The one problem with Namche is that it feels like the trek should end here but you need to steel yourself for one more day. I showed off my newly inverted love handles to Laura and she relented on another visit to a bakery. If you want good pie go to Herman Heller’s place. The apple pie and coffee really hit the spot.
(Breakfast $12; Lunch $12; Crappy brownie and coffee $7.40; Second cake and coffee $10; Room $3; Dinner $13.80)
Day Nineteen: Lukla (Elevation 2800m; 5 hours)
We bid our farewells to Cameron who decided to take it easy and head down over 2 days. He ain’t the most emotional dude on the planet so hugs were inappropriate and emails would definitely not be exchanged. Just a swift English handshake and we were on our way. We took a few quick photos of the obligatory picturesque stupa at the foot of town before heading down the gnarly trail.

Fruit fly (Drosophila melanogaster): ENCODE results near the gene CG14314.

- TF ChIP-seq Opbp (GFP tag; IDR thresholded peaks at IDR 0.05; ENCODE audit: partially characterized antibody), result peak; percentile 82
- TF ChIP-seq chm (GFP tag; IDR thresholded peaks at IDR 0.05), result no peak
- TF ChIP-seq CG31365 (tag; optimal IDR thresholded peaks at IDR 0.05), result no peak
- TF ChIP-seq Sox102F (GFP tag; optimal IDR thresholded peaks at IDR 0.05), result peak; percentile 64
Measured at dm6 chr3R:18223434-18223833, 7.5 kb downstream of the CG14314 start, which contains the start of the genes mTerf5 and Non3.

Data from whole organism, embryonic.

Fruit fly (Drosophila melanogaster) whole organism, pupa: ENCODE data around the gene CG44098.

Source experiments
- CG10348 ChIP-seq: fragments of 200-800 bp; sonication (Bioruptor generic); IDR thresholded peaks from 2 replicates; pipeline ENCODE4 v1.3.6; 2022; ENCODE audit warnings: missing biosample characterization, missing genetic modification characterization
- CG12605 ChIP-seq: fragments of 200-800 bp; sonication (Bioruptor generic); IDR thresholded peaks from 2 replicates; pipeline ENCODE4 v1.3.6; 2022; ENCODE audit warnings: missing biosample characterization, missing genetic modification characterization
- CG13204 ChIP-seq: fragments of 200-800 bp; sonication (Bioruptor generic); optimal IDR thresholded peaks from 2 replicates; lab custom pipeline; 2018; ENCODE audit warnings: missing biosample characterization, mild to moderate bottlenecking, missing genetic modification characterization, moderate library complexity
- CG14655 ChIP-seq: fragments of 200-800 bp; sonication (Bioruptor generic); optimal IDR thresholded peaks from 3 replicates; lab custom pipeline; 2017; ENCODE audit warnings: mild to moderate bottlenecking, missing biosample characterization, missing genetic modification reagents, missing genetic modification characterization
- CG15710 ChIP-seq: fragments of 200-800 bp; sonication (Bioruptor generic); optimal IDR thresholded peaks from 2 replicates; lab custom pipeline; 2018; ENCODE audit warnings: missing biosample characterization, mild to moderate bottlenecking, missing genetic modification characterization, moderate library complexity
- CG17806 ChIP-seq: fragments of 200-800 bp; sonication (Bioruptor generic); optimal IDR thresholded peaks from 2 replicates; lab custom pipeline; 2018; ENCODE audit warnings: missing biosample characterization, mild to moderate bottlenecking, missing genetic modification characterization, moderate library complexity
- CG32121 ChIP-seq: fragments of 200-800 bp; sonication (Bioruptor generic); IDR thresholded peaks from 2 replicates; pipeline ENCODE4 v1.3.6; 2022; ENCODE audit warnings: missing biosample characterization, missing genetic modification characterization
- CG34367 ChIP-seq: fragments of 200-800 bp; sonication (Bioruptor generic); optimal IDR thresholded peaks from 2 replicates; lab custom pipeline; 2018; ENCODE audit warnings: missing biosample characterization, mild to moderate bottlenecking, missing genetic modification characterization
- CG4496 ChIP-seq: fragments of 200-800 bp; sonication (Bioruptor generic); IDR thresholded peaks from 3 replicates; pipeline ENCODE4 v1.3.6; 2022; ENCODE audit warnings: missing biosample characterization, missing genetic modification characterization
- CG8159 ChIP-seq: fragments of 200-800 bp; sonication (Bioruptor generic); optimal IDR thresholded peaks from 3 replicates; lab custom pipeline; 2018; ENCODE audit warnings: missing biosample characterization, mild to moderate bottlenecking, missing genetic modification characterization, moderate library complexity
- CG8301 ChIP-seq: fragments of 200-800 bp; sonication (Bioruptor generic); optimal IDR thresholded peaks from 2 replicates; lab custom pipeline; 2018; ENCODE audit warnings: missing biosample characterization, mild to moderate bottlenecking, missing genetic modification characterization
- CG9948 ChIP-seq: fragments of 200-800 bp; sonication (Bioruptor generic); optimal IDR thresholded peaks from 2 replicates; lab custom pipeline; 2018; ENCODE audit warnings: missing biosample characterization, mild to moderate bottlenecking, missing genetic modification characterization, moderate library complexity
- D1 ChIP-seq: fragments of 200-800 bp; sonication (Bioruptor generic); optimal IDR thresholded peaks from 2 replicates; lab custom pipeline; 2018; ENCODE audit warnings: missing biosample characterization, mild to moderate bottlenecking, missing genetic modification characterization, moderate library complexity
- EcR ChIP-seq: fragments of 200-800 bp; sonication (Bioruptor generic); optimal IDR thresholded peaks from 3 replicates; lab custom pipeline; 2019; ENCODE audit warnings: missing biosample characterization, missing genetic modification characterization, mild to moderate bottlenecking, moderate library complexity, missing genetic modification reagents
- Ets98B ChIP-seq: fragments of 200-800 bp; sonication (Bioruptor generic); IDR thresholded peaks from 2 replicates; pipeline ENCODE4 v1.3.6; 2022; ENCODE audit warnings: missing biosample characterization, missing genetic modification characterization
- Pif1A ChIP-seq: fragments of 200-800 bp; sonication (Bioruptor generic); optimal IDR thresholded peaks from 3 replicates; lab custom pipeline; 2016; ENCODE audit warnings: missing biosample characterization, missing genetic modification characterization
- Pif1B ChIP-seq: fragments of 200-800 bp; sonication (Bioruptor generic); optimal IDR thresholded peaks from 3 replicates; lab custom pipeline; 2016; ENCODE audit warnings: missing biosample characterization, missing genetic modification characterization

And, the trail really is a gnarly one. We didn’t notice on the way up but this is a rutted nasty piece of trail. I wonder how many poor buggers go the whole trail with nary a bruise on the knee and end up twisting an ankle a day from the end? The trail was like a goddamn highway too. We dodged a gazillion donkey trains and porters headed up and down. I don’t know what they are building up trail but we saw at least two hundred donkeys hauling bags of cement up the hill. We raced through the flat sections but it was damn hot on the valley floor. We really wanted out of Lukla the next day so we wanted to get there before the Tara Air office closed. We got to Phakding in good time, wolfed down a chapatti and omelette, and all but ran the hot dusty last two hours. The final ascent into Lukla all but finished us off. I am sure Laura was convinced I would break my no beer bet. But, before that we needed to change our tickets with Tara Air. No problem, sir. Be at the airport at 7:00 tomorrow for a 8.30 flight. Um, that sounds far too straightforward for Nepal!